How the 10IronWomen are reducing the gender divide in long-distance triathlon

What better way to celebrate International Women's Day than by watching a new film about the 10IronWomen as they take on the Castle to Coast Triathlon in a bid to break down gender barriers to endurance sport…


The women’s endurance sports community, 10IronWomen, has released a documentary that sets out to explore the gender divide in long-distance triathlon and encourage more women to sign up and take part.


In conjunction with Friction Collective and Fullsteam events, the film follows the group’s lead up to the Castle to Coast Triathlon, which, unlike most triathlons, doesn’t pitch itself as a competitive event.

This was particularly important for the 10IronWomen who also wanted to highlight accessible endurance events to women in the UK.

“[Fullsteam’s] Lee Brown is sort of pioneering that by having these really inclusive events that aren’t about cut-off times,” says 10IronWomen’s Sarah Curtis. “They’re really trying not to be competitive and they encourage you to take part with your friends. I think those are really great ways for women to get into triathlon because it’s just a lot less scary.”

Long-distance triathlon is currently an 80% male-dominated sport. With this in mind, the documentary, which you can watch below, delves into the fears of being an outsider due to race or gender identity, and contends with the idea of failure. It also shines a light on what it takes to go from casual sports participant to ultra triathlete.

“It’s about breaking down barriers you have in your mind, of what you can or cannot do,” says 10IronWomen member, Pilvi Tuulia.

Who are the 10IronWomen?

Rowann, left, embraces 10IronWoman teammate, Pilvi, having both just completed the Castle to Coast Triathlon. (Credit: Friction Collective)

The 10IronWomen was started by psychotherapist Sarah and scientist, Rowann Bowcutt in 2018. The two friends both wanted to give long-distance triathlon a go but struggled to see themselves fitting into the image of an ‘Ironman’ athlete.

Speaking with friends, who between them swam, cycled and ran but hadn’t ever put all three disciplines together, they decided to combine their skills and support for each other to form the 10IronWomen group on Instagram.

What started as a small idea between friends has since developed into a much more powerful movement to help encourage and support women to take part in endurance sport.

“From what we hear, women are more likely to sign up [for a race] when they feel they’re supported,” says Sarah. “They need that group of people, and that’s certainly true for us. I think we’d all say we wouldn’t have signed up to Ironman Barcelona in 2019 without each other.

“But a lot of people don’t have those friendships and don’t have those groups or connections, so they can come and join us and then they’ll make those friendships and this makes it more likely for them to sign up. It’s about the community.”

Almost five years on, with multiple Ironmans and triathlons under their belt, the 10IronWomen now number almost 100, actively-competing triathletes.

What are the 10IronWomen’s goals? 

The overarching goal for the group is to achieve a 50-50 gender split at an Ironman race.

“We initially set the bar high on purpose, explained Rowan. “It might not be achievable this year, but it’s definitely achievable, and I think we’re making the right progress to get there.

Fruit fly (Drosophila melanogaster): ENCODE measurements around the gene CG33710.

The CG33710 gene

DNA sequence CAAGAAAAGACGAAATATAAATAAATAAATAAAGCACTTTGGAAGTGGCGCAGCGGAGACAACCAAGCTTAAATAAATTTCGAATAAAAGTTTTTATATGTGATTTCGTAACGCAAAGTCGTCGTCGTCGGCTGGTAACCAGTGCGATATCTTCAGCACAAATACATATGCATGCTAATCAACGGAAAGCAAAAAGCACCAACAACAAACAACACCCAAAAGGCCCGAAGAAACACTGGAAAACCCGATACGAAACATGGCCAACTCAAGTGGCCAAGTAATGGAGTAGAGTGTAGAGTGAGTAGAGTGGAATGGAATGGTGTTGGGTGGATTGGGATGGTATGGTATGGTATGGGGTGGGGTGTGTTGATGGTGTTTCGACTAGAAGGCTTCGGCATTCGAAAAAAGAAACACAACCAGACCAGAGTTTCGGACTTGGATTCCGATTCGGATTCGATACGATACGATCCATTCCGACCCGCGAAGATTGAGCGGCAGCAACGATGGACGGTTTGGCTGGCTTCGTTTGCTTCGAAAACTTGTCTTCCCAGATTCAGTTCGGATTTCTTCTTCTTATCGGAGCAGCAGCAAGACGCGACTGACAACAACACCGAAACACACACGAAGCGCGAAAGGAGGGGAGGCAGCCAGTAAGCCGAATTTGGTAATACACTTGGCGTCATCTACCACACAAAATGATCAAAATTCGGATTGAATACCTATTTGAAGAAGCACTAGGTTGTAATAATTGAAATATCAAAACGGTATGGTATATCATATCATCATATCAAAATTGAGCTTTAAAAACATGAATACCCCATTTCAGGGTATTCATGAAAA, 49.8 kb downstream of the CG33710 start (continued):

“We’ve built the momentum already and we’ve got over 50 women just with 10IronWomen signed up [to Ironman Barcelona on 1 October], which is awesome. But for 50-50, we need 1,500 women. So there’s a way to go, but we’re making progress for sure.”

How can I join 10IronWomen? 

“We’re not a closed group, we’re not a traditional membership-style club, so we’re open to anyone,” says Sarah. “Anyone should feel that they can reach out to us and join if they want to.

“We sometimes get messages from people asking, how can I join? And I’m like, oh, you just did! You’re in!”

To be in, simply head to the 10IronWomen Instagram page.

Watch 10IronWomen – Breaking Down Barriers In Long Distance Triathlon

The 10IronWomen competing at the Castle to Coast Triathlon. (Credit: Friction Collective)

As well as encouraging more women to take part in long-distance triathlons, Sarah, Rowan and director Josh Williams believe the film carries several other key messages that are relevant to society as a whole.

“I think for me, [a key message] is how important it is to embrace diversity, in all aspects,” says Rowan. “Not just women, but women from different backgrounds or gender non-conforming people, because, well, diversity’s great, right?

“They bring different perspectives and you’ll have a richer and a better race and event if you’re actively encouraging people to participate”

For Sarah, whose own race at the Castle to Coast Triathlon didn’t exactly go to plan, she hopes the film will make it clear that results don’t matter.

“I think a lot of women don’t take part because they think they’re not going to be quick enough or they think that they’ll be at the back. So the fact that, unfortunately for me, my race didn’t go to plan, they will see that it was okay. It didn’t take away from the achievement of it and it was still a really great experience.”

The documentary’s director, Josh Williams, adds: “I think just the fact that these women have all come together to create such a supportive community and space is inspiring for anyone, outside of triathlon, or even outside of sport. I thought that was really cool. It’s something that people can take into whatever they do as well.”


Top image credit: Friction Collective